Magazine for professional home renovators.

Why ‘R value’ is not accurate

We have lived with R value as a method of understanding the energy efficiency of a product or wall or house for as long as I can remember (and that’s a disturbingly long time.) Our Tools Editor Steve Maxwell explains how new products are exposing the limitations of R value as a measure of efficiency.

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Rob Koci is the publisher of Canadian Contractor magazine. Rkoci@bizinfogroup.ca 647 407 0754
4 total comments on this postSubmit yours
  1. Lesson learned – new questions

    1) So what combination of insulating at lowest cost with highest benefit would meet minimum code? Would it be 1″ of spray foam and 4 1/2″ of batt in a standard stud wall?

    2) Where should the spray foam be, on the outside next to the sheathing? Or inside next to the drywall, saving 6 mil poly vapor barrier?

    Success,
    DaveZ

    • Steve Maxwell

      Hi David,
      The problem really stems from the fact that the code recognizes R values as the only legitimate measure of insulation performance. This differs significantly from physical reality and it creates a disconnect between real-world energy performance and the code requirements that seek to mandate minimum levels of performance.

      So what does this all boil down to? For now, we’ve got to jump through the R-value-dominated code rules, flawed as they are. If you meet the numbers with fiber-based insulation products your buildings will use roughly twice as much energy compared with meeting those same numbers using foam-based products. Foam is also more expensive per unit of R value up front, and though this fact doesn’t mean much in terms of actual building performance, it can be hard to convince clients of that fact. You’ll need to hammer the R value issue out on a client-by-client basis, depending on the sophistication of the people you’re dealing with.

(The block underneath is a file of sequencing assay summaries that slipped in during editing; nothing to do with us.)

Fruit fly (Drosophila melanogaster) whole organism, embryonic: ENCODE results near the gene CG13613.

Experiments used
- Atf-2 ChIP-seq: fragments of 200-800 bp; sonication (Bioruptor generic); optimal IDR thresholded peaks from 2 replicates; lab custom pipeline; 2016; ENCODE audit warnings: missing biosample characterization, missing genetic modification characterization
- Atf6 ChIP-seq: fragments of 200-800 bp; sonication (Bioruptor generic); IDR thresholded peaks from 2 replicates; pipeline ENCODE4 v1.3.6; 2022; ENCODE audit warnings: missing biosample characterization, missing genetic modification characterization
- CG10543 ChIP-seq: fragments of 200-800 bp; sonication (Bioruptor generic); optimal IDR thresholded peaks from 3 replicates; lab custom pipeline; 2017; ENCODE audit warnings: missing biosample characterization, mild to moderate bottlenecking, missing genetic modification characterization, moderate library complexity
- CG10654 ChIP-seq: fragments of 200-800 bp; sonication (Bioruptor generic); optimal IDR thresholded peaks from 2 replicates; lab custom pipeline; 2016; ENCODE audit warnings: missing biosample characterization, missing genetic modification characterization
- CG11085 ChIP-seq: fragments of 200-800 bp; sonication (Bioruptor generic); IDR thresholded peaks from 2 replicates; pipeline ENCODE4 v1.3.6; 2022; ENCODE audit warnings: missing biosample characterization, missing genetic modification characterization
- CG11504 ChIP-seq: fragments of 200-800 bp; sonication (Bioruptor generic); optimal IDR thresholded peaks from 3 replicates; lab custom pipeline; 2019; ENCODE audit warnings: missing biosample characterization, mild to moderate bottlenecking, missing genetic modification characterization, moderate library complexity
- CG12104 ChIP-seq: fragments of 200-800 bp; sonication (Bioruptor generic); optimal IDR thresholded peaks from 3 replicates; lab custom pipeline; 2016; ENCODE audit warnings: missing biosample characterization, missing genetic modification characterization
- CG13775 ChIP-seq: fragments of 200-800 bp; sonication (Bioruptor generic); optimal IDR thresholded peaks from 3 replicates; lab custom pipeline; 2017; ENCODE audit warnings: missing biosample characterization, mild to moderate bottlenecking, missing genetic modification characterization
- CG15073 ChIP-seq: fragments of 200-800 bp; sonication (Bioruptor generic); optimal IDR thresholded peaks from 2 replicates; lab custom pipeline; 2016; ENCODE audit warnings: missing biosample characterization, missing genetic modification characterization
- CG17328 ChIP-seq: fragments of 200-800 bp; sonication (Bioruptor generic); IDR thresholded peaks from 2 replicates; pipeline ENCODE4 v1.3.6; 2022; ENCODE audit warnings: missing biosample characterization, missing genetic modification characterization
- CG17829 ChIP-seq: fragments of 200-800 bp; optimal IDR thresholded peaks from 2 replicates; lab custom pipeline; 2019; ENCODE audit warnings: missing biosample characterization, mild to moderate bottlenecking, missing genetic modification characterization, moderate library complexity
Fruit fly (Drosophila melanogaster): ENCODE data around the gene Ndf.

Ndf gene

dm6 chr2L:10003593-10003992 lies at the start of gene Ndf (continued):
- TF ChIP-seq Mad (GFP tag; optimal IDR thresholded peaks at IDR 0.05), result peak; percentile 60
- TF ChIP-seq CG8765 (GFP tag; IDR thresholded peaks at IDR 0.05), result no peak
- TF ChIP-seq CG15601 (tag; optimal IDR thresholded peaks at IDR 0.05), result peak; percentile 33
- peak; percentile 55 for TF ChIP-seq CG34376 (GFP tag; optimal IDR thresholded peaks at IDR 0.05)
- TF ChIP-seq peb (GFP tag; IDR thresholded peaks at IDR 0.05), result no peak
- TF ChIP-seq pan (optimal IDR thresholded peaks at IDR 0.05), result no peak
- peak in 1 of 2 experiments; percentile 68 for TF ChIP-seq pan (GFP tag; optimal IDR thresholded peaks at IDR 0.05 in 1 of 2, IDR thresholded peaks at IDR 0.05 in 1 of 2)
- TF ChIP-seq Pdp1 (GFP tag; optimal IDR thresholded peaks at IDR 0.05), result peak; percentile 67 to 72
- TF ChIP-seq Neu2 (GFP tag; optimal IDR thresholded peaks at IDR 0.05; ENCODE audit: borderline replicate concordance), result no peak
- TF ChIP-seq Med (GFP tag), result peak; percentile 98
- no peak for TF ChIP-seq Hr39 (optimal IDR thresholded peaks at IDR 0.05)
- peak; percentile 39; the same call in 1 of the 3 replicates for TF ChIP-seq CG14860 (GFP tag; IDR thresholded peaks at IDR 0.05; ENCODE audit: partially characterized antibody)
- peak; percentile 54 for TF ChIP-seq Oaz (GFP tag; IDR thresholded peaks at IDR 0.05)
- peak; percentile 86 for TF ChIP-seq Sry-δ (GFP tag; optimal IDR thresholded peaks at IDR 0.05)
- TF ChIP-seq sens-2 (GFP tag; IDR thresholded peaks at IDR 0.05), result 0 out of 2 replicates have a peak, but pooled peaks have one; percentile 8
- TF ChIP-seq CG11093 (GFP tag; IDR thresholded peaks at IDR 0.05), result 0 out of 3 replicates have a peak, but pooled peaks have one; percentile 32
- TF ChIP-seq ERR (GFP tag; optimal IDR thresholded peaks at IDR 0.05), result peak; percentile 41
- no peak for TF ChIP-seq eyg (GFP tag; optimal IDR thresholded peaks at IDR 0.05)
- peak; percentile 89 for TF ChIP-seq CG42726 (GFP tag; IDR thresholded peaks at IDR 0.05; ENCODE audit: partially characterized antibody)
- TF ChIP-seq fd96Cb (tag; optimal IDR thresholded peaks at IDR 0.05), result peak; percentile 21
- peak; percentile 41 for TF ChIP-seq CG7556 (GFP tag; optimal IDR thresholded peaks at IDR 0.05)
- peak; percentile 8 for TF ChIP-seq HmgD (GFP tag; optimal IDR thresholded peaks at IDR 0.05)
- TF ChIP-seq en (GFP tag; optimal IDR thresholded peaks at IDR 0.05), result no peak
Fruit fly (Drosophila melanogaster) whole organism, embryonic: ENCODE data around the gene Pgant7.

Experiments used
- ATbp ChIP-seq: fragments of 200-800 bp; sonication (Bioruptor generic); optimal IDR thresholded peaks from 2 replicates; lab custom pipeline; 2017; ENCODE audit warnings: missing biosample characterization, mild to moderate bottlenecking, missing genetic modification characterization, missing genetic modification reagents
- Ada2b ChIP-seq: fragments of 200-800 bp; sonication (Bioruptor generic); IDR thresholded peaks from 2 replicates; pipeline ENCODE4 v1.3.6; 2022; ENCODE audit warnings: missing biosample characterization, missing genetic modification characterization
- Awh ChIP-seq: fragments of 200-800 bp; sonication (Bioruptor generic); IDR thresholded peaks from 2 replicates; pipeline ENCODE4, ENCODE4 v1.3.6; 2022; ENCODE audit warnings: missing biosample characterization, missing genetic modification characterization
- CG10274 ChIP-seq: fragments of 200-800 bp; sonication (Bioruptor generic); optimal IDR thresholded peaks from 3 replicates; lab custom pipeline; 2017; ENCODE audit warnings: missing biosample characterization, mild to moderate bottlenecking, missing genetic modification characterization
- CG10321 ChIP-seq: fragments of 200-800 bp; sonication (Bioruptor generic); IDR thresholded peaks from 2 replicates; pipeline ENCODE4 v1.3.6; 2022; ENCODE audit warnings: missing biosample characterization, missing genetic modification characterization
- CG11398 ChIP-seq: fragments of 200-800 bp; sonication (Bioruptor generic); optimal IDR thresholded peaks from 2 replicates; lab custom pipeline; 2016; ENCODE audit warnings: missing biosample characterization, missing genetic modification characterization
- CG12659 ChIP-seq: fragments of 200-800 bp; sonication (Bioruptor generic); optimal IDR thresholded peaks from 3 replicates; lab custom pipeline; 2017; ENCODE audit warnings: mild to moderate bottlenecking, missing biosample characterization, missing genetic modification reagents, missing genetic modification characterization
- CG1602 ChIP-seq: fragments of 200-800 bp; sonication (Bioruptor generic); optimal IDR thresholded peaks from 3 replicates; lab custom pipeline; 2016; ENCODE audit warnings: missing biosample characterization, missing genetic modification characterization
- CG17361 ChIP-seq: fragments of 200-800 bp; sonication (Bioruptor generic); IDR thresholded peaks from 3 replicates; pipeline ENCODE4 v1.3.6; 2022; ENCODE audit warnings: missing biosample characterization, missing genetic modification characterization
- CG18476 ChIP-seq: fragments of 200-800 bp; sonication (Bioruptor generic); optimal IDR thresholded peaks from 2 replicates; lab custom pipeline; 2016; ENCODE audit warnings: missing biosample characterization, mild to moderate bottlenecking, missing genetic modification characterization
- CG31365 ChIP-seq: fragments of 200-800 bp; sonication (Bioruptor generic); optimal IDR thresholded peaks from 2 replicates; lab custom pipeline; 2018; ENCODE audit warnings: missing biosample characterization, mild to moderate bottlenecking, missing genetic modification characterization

When cost constraints are the major issue, I believe the optimal compromise involves using fiber-based insulation in wall cavities in the usual way, with rigid foam products on the outside of exterior walls. This keeps wall cavities warmer, reducing the risk of internal condensation as well as the internal forces of convection through fiber-based insulations as documented by the people at the Oak Ridge research lab. You’re always much better off putting foam on the outside of a cavity wall than on the warm side. In fact, foam insulation on the warm side will actually increase the chances of internal wall condensation by lowering internal wall cavity temperatures.

      Does this make things more clear?

      Bye,

      Steve

  2. Great, concise explanation

    What about roof insulation. Why do you need R50 in a roof and R27 for a wall. If you are using spray foam for a cathedral ceiling do you need to use R50 or can one use R27.

    Thanks
    John

  3. In my opinion we use R-50 in vented attic spaces to compensate for the cooling effect (during the heating season) of air blowing through the fibrous insulation. The top portion of insulation effected by the wind wash effect allow us to maintain maybe R-40 worth of effective insulation. So your top 3″ of insulation are sacrificial to the effort?

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